25 For a fuller exposition of the resurrection in Barth's theology see Dawson, Dale, The Resurrection in Karl Barth (Aldershot: Ashgate, 2007), who convincingly argues that the resurrection for Barth is the unveiling of Jesus Christ as reconciler and Son of God to believers. The resurrection spans functions in epistemology, christology and anthropology.

26 Barth comes close to such a view in the section ‘The Light of Life’ in CD IV/3. There he affirms that in view of the revelation arising from Christ's resurrection the true source of the lights of creation is identified and that as they shine they glorify God. But Barth's focus there is Ps 19 and not Roms 8, so he does not affirm that creation suffers and is in need of redemption.

27 McCormack, Bruce, ‘Divine Impassibility or Simply Divine Constancy? Implications of Karl Barth's Later Christology for Debates over Impassibility’, in Keating, James and White, Thomas Joseph (eds), Divine Impassibility and the Mystery of Human Suffering (Grand Rapids, MI: Eerdmans, 2009), pp. 150–86. See the full article for the relation of this to patristic and Reformation perspectives, including how Barth avoids various heresies.

28 Bible and Ecology, p. 88.

29 This connection is often noted in religious environmentalism; see Jenkins, Ecologies of Grace, pp. 93ff.

30 Epistemologically, for Barth knowledge of the creator does not occur by reflecting on the creature or creation, but through God's revelation in Jesus Christ. Or, ontologically, the axiom suggests that creation and covenant are two distinct though related works. The formula also protects a Christian doctrine of creation from the twofold problem of a godless world and a worldless God. See Busch, Eberhard, The Great Passion: An Introduction to Karl Barth's Theology (Grand Rapids, MI: Eerdmans, 2004), pp. 180ff.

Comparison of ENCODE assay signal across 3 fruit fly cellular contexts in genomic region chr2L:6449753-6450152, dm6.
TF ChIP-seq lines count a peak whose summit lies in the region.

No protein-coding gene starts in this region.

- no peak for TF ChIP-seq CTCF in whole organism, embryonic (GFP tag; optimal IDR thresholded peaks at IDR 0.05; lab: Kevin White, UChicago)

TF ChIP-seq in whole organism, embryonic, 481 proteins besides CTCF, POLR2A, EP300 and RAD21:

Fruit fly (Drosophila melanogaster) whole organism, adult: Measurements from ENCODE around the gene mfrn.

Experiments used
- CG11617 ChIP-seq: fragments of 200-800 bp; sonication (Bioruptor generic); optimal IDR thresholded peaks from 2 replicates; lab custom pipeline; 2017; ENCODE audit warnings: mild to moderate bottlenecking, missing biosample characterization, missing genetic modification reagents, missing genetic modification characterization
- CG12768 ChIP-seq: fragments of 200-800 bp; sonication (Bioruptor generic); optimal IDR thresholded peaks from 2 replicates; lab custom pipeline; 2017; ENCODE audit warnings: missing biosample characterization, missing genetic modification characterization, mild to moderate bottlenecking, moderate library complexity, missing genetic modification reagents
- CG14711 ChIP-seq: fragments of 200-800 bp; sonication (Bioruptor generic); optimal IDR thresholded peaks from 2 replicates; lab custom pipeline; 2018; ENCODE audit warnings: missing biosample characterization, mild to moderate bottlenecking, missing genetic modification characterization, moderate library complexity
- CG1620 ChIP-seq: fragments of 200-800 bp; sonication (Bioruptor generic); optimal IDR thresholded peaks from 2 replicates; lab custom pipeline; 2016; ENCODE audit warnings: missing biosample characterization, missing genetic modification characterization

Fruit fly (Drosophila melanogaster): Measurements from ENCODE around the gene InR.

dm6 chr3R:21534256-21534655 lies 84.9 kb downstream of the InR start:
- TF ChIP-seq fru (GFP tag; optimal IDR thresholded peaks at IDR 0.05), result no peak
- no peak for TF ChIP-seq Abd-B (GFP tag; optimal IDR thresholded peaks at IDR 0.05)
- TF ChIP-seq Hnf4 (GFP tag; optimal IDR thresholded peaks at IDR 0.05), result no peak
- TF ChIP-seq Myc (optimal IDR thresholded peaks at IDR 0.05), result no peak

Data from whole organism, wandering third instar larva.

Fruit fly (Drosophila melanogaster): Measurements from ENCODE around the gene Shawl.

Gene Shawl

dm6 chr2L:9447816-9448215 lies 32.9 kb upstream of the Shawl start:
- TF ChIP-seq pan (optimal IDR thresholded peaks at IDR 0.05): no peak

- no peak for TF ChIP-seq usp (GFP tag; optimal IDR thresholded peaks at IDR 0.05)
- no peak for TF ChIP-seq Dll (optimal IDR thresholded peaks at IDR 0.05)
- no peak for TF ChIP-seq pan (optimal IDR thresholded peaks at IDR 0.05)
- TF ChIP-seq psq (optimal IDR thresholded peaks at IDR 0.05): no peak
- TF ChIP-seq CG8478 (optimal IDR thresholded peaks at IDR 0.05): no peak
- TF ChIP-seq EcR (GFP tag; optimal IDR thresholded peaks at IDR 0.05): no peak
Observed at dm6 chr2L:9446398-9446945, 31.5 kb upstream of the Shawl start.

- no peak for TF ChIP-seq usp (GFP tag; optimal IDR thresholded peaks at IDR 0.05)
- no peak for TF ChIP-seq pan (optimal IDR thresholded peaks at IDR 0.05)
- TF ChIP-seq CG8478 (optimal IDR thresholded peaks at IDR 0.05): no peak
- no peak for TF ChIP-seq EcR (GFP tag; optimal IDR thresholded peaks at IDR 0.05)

31 If election refers to God's primal and eternal self-determination which shapes all of his temporal and external works ad extra, then perhaps Barth's basic goals can be secured by providing a different axiom along the following lines: election is the internal basis of the external works of creation, reconciliation and redemption. In this formula internal refers to God's eternal plans and determination, while external refers to his creating and salvific acts.